Make Thai Chicken Curry in the Slow Cooker to Spice Up Your Night

We occasionally link to goods offered by vendors to help the reader find relevant products. Some of these may be affiliate based, meaning we earn small commissions (at no additional cost to you) if items are purchased. Here is more about what we do.

I realize the week before Thanksgiving is not exactly the ideal time to post a Thai chicken curry recipe, not when the majority of American cooks at this very moment are abuzz with all kinds of plans revolving around turkey, mashed potatoes, dinner rolls, and pumpkin pie.

Vertical image of a blue-trimmed white plate with a meat stew next to a pile of white rice, with text on the top and bottom of the image.

But please, forgive me.

I have this habit of assuming all of you out there aren’t so different from me, so maybe this year your Thanksgiving is a little different from others in the past.

You might be celebrating the holiday on a different date, visiting with loved ones in different ways than you might have before, or sharing the meal with a different number of guests or a different menu than you might usually.

Maybe finding yet another Thanksgiving recipe is not the most pressing issue on your mind today, but rather, you’re more focused on what to make for dinner tonight. Or perhaps preparing a whole roast turkey just isn’t going to work for you this year, and you’re seeking an alternative.

I’m still going to be making turkey of some sort for the holiday, but I also know that I still need to eat this week! So I’m happy to share this delicious dish, something easy and quick to prepare that’s super flavorful.

With a few adaptations, you could even use this recipe to use up those roast turkey leftovers, or make it with turkey breast instead of chicken. Yum!

Vertical top-down image of two blue-trimmed white plates that have a pile of white rice next to an orange meat and vegetable stew on a striped towel next to lime wedges.

The truth is, even if I were in charge of serving a big meal next Thursday, that would typically mean remaking a dozen or so of the same dishes my family eats every year: turkey, potatoes, and green beans, maybe a gelatin mold, and some homemade cranberry sauce.

Overall, our Thanksgiving meals are generally pretty predictable. Can you relate?

In this social media-driven world of the latest and greatest, the newest and the best, the predictable can sometimes feel like a bad thing. But in truth, when it comes to the holidays, I’ve found predictable means the stability and security of gathering around the table to do the same thing we’ve done for so many past years.

That’s something I find as comforting as looking through old baby albums, or hearing the sounds of my dad making his coffee in the morning when we’re visiting them at home.

If you are celebrating the holiday this year in a way that looks a little different from the routine of years past, even if you’ll be dining on your own on Thanksgiving Day, I hope you’re able to prepare at least a few dishes that bring you comfort.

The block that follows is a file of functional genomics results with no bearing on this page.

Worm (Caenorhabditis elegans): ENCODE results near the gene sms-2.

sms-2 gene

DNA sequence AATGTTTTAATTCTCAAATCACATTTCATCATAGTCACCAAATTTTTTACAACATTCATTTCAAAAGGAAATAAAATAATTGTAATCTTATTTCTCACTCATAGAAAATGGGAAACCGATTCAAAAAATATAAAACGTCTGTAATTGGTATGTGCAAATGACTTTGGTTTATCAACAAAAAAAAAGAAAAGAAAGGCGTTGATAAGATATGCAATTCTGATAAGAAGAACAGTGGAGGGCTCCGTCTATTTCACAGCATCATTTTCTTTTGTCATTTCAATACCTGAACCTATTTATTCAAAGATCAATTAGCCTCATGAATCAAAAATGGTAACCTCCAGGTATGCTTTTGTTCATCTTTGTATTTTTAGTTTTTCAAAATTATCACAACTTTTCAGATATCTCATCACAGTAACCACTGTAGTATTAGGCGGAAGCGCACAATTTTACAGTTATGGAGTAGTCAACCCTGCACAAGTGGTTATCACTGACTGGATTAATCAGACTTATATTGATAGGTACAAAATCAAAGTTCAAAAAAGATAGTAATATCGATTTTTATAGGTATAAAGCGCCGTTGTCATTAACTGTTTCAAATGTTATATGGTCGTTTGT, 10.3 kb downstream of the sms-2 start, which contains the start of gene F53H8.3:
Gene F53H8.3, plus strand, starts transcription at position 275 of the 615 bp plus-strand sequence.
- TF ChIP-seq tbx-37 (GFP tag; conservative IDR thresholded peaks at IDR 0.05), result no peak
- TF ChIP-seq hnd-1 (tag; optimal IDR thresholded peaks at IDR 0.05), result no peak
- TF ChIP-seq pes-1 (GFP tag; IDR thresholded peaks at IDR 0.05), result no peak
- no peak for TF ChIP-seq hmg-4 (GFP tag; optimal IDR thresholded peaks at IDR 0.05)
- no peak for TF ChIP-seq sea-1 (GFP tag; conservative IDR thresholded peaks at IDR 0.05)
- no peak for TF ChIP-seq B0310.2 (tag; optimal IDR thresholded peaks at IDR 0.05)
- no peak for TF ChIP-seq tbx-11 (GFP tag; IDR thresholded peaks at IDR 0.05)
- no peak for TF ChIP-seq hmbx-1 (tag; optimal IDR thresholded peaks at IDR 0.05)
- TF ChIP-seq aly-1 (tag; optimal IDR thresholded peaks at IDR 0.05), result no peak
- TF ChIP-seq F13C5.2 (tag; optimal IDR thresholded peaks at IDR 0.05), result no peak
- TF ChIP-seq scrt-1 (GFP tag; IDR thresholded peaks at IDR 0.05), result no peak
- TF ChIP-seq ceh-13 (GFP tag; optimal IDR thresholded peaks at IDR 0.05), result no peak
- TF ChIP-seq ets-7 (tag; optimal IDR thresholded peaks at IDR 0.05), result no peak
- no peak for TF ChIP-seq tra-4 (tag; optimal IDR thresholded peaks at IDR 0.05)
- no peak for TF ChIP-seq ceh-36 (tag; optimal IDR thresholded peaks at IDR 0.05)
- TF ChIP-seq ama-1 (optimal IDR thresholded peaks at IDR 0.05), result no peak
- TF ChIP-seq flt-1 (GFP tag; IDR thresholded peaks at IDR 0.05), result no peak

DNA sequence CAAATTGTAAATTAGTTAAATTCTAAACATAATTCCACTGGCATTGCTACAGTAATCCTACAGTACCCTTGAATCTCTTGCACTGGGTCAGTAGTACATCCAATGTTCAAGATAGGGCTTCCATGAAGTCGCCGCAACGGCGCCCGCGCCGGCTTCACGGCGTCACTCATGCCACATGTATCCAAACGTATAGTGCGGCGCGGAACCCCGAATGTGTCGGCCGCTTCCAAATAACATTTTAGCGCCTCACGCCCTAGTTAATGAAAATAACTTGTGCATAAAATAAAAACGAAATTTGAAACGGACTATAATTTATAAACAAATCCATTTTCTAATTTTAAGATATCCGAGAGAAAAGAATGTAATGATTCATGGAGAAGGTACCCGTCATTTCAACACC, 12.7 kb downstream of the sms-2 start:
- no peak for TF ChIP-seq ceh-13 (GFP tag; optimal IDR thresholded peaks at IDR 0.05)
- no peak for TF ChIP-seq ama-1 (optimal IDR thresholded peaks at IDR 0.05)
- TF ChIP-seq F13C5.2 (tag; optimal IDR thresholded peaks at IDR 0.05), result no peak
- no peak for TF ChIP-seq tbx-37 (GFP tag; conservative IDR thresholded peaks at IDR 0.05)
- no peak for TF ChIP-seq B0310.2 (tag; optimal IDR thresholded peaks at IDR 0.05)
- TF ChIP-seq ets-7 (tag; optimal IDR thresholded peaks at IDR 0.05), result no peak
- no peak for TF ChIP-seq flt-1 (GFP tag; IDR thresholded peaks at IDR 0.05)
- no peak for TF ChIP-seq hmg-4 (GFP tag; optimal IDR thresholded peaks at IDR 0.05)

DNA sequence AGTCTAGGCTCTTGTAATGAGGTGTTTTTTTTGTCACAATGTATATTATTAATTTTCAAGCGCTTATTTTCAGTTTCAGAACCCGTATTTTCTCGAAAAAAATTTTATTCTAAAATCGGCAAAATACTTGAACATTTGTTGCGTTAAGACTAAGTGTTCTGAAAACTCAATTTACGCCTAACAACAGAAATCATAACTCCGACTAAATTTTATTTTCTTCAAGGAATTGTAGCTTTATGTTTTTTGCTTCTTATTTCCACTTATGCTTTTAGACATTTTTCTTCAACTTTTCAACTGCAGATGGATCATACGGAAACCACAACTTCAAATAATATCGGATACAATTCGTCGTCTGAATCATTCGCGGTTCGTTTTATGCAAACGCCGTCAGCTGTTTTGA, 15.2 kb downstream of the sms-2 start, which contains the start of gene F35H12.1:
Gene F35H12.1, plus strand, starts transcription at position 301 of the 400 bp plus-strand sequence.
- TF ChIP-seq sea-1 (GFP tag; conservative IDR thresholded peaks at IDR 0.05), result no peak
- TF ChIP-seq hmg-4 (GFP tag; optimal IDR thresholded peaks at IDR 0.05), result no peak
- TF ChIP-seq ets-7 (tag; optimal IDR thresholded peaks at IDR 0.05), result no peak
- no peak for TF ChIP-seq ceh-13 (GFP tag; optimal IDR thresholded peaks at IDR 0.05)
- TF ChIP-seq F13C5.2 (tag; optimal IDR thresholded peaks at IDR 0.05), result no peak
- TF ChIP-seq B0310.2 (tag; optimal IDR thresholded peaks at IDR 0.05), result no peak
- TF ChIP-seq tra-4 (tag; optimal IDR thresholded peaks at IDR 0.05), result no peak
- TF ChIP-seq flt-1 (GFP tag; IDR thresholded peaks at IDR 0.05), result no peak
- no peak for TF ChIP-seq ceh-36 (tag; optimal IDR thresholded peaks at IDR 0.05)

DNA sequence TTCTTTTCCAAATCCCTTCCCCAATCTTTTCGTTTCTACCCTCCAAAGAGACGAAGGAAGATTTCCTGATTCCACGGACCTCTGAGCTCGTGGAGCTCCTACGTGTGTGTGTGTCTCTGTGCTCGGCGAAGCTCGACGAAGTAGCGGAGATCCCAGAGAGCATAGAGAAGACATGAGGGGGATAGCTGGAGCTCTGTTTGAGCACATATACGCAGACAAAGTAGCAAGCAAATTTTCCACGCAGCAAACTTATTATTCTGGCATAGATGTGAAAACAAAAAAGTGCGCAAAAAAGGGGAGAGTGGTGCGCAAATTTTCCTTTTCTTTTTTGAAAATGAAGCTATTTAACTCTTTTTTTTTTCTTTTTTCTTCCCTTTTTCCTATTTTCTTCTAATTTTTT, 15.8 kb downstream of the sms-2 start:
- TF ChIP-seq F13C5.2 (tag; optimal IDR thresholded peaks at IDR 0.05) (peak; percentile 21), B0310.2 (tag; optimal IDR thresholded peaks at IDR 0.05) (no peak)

I hope you can share some laughter with friends and loved ones, and that you find a way to celebrate family togetherness in a way that feels meaningful, even if you’re far away.

Vertical image of a plate filled with a pile of cooked white rice and a meat and vegetable orange stew on a striped towel.

This curry recipe that I have for you today may be a dish that you’re eager to make now, in advance of the holiday, or one you might put away for later. Maybe it will be the centerpiece of your holiday meal. I’m excited to share it with you, for whenever it might be the perfect fit.

This foolproof dinner is wonderful for busy days, and it’s an excellent meal that you can set and forget, so you have something warm and delicious to come home to if you’re able to turn your slow cooker on just a few hours in advance of meal time.

But mostly, if you’re that particular type of kindred soul that I have in mind as I’m writing this, the one who has tasted and loved a good Thai chicken stew enjoyed with friends – a dish that they thought was oh-so-good, with just the right amount of heat – and if this is something that you find yourself craving regularly while reminiscing about  the slight burn that it left in your throat, you’re going to love this.

At my house, we love eating this meal for dinner and then chowing down on the leftovers again the next day. It has us reaching for our water glasses with smiles on our faces every time we make it.

Quick and simple, with the spicy fire of the curry paste, the kick of fresh ginger, and the cool splash of lime squeezed on top, this has become my go-to Thai slow cooker recipe, Thanksgiving week or not.

Vertical top-down image of a white plate with a side of rice and a meat and veggie orange stew next to it on a striped towel with lime wedges surrounding it.

The only downside I see with this recipe is that you will need Thai curry paste to make it, and I’d hate to force you to make an extra trip to the grocery store. I’ve found it can sometimes be a little expensive, but I hope it won’t be hard to find – and in terms of flavor, it really makes this dish, so please don’t skip it.

You can choose to use red or green, whichever you’re in the mood for. For me, the jarred options have become a pantry staple.

Jars of red or green curry paste are also available from Thai Kitchen in packs of six. You can find them on Amazon.

Also, note that this recipe calls for onions and bell peppers as the vegetables, but you can feel free to substitute them with whatever you have on hand or whatever is fresh and in season. Chopped sweet potatoes, eggplant, tomatoes, and zucchini all make wonderful additions, as do carrots, snow peas, or mushrooms. There are loads of possibilities to try.

Happy Thanksgiving, friends! I hope you know how thankful I am for each of you.